Of the 11 crewmen still trapped on the Mount Royal as she split into over a thousand pieces and hurtled downriver, six were lost and five, whose survival Captain Johnson later called “miraculous,” lived.
Some men survived either by clinging to the wreckage or by staying inside the overturned hull. The Victoria Daily Colonist describes how one Japanese deck boy was able to avoid death by scrambling across the hull as it was turning over, “as does a squirrel in a revolving cage.”
Some of these lucky survivors arrived at the village of Endudoon or New Town, populated by the Gitselasu people. As Kitselas Canyon’s indigenous inhabitants, the Gitselasu living at New Town were skilled at navigating the rapids and canoed upriver to help the passengers still stranded on Ringbolt Island.
European settlers from the nearby town of Kitselas also hurried to help after seeing shards of the wrecked ship float by, and offered shelter and supplies to the wreck’s survivors.
Many locals also helped with recovery efforts. Captain Johnson was primarily concerned with finding the bodies of the six men who died. Despite his efforts and the efforts of the First Nations, who were commended for “giving all the aid they could,” only one corpse was found. Some mail, papers and books were also recovered, but the majority of the cargo and the passengers’ belongings were lost.
Charles Durham, who also took in many of the stranded survivors, recalls that “the Mount Royal was loaded with furs,” many of which were salvaged by the Gitselasu of Endudoon. Slim Varner tells a similar story, adding that those who found and sold the furs would joke, “Good trapping last winter.”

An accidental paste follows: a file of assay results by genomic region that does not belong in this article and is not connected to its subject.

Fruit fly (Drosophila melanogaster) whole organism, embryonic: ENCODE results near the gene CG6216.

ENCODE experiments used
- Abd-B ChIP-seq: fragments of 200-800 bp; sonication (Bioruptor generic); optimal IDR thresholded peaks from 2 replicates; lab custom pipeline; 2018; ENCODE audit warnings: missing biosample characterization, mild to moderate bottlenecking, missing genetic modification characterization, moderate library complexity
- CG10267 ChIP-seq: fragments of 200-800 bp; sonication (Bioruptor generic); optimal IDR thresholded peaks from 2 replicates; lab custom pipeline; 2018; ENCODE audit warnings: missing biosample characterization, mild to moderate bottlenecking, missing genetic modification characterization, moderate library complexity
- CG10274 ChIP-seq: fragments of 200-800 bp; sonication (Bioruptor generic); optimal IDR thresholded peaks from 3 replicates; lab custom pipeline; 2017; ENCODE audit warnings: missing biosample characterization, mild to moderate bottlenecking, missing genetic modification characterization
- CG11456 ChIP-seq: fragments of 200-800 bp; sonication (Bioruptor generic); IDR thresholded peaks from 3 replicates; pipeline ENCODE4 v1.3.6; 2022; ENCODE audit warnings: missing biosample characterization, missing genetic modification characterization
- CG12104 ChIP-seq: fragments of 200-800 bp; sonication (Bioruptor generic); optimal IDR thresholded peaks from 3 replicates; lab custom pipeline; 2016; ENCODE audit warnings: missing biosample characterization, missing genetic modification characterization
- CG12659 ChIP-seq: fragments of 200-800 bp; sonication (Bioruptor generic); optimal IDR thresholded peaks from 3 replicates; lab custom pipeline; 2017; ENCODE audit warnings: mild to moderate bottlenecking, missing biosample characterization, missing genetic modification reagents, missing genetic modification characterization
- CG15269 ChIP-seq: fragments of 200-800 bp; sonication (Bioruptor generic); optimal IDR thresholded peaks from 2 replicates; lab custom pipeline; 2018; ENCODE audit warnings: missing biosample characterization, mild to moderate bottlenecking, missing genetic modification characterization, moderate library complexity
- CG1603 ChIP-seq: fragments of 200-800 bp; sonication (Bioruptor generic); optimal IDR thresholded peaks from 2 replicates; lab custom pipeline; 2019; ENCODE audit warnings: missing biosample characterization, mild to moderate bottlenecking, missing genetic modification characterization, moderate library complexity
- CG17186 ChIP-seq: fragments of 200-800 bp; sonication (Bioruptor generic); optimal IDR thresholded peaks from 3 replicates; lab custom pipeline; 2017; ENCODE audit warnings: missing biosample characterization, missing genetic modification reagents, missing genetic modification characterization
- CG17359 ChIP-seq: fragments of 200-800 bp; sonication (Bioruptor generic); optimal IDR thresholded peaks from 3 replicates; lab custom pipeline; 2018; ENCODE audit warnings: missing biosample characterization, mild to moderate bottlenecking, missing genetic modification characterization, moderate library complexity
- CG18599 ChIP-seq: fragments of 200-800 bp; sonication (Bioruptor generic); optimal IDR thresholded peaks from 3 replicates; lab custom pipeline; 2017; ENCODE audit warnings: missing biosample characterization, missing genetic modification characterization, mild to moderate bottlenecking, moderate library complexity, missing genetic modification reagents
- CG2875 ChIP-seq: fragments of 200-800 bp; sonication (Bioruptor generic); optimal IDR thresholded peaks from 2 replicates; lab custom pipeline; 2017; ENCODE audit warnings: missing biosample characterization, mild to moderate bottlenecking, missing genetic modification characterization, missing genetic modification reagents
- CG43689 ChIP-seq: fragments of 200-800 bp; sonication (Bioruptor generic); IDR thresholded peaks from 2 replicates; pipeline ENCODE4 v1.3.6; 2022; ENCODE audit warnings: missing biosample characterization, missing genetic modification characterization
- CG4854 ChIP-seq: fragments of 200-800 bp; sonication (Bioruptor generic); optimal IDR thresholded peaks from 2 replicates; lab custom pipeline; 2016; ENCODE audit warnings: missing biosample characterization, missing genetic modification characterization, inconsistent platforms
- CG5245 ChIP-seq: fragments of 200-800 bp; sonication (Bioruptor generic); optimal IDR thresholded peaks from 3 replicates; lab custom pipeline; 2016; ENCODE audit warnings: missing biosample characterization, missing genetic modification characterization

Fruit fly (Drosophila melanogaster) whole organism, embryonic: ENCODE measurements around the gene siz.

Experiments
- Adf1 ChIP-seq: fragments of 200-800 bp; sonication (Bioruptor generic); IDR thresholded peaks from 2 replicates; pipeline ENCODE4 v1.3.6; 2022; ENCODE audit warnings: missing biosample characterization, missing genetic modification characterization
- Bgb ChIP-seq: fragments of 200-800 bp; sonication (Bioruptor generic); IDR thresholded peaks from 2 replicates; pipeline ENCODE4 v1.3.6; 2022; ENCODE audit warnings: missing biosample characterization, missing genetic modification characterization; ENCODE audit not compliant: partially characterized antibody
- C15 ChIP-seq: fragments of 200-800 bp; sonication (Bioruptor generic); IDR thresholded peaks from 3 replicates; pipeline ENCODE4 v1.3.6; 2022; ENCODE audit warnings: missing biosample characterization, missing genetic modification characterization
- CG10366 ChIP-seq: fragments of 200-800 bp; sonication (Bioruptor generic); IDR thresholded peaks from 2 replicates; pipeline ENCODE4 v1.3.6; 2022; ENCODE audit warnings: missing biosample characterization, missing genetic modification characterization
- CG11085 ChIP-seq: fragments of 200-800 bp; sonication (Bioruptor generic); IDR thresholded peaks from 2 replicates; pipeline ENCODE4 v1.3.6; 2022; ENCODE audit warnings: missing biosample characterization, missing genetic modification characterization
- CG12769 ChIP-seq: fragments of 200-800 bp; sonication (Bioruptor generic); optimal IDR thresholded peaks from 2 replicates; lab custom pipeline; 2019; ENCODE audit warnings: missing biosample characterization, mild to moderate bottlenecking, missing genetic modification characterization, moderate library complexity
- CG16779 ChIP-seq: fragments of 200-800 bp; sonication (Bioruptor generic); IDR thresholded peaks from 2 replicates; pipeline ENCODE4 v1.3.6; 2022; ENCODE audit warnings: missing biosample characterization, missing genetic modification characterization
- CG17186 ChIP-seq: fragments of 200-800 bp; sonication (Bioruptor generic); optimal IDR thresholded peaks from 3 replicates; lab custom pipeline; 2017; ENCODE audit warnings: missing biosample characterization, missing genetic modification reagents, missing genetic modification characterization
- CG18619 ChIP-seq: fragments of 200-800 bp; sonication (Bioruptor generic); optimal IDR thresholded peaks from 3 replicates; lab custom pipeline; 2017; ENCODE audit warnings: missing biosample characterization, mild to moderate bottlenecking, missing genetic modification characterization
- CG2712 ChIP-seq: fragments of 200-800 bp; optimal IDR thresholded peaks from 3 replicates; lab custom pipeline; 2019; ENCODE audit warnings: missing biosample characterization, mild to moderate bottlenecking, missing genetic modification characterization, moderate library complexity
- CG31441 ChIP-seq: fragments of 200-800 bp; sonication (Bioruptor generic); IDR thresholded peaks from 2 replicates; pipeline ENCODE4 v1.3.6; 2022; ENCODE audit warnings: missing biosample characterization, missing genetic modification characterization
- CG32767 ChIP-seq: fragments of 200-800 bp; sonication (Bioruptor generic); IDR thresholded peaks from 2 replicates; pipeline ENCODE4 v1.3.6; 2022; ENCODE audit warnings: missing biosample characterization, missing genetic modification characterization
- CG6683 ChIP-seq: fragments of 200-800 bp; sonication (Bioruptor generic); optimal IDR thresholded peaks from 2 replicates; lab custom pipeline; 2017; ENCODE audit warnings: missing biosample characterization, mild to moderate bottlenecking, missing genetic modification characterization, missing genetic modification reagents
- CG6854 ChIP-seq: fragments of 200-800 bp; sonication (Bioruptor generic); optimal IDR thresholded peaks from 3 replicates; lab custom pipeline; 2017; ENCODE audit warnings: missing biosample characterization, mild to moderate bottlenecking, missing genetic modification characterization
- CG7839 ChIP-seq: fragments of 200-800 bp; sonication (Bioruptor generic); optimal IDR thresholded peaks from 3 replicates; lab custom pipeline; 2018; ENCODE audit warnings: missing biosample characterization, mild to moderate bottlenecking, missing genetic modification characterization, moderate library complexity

Charles and Slim both also relate the rumour that the Mount Royal’s safe was full of gold collected by prospectors during the long winter. Nobody ever found the gold, leading to suspicions that it was never really in the safe.
For those that witnessed it or its aftermath, the wreck of the Mount Royal was an unforgettable event. Families like Walter Wicks’s salvaged unexpected treasures from the riverbank, and children living near Kitselas Canyon would explore what remained of the hull, which had been washed onto a beach near the bottom of the Canyon.
The ship’s window is now at Heritage Park, along with artifacts from other riverboats. The park recently received a door which may have belonged to the Mount Royal as well, although it has not been definitively identified.
The accident also prompted the Hudson’s Bay Company to install additional bolts on Ringbolt Island as a safety measure. The wreck of the Mount Royal was not the only riverboat accident to occur, but was the only one that resulted in loss of life — something remarkable considering the dangers present along the Skeena.
Although tragic, the story serves as an example of how people from diverse backgrounds worked to help each other at a time when the relative isolation of the area made it necessary.
Madeleine Link is Heritage Park’s Collections Researcher for the summer and a third-year Bachelor of Arts Student at the University of British Columbia. This article originally appeared in the 12 July 2017 edition of the Terrace Standard.